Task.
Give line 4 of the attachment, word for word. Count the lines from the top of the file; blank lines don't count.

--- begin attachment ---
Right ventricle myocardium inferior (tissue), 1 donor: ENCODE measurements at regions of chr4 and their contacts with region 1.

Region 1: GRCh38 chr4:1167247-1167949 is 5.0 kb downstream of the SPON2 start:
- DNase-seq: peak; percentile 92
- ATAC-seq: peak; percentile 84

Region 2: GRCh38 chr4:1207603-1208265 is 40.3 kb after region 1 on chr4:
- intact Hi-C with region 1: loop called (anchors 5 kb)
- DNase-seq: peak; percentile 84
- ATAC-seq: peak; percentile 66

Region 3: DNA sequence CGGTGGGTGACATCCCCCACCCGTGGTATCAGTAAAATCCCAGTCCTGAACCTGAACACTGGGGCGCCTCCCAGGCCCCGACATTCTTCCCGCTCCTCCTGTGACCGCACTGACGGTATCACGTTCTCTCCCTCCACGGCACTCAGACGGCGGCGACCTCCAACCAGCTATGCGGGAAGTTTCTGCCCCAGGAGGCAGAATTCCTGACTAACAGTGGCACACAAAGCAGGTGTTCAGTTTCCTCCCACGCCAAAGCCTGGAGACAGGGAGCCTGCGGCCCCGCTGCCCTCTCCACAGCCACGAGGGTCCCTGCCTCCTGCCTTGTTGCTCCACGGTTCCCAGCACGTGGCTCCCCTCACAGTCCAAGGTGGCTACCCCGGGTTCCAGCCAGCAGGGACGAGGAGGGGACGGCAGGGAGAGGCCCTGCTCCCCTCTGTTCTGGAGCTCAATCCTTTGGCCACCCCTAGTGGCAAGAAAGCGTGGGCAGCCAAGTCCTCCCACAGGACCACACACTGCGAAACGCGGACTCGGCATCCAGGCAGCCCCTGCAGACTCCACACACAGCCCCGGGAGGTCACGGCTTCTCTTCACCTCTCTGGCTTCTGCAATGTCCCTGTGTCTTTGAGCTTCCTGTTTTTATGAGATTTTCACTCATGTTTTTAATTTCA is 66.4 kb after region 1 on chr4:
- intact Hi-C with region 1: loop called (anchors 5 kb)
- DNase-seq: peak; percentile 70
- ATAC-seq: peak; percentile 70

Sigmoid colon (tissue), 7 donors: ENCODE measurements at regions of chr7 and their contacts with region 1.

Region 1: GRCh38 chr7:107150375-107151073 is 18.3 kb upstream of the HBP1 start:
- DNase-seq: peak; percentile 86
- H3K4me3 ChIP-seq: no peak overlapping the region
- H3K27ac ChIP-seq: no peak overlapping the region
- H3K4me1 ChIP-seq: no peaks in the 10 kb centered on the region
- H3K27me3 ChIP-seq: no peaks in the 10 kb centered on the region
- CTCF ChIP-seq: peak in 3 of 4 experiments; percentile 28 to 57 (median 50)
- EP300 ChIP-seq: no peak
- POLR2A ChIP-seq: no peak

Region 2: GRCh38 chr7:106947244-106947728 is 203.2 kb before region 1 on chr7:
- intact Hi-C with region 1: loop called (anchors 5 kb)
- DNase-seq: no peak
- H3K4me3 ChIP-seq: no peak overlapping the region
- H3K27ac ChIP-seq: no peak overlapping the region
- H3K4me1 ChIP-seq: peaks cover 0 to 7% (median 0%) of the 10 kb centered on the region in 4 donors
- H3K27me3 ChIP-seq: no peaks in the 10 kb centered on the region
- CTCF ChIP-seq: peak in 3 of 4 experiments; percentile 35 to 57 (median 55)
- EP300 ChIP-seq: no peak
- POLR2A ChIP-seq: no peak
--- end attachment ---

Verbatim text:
- ATAC-seq: peak; percentile 84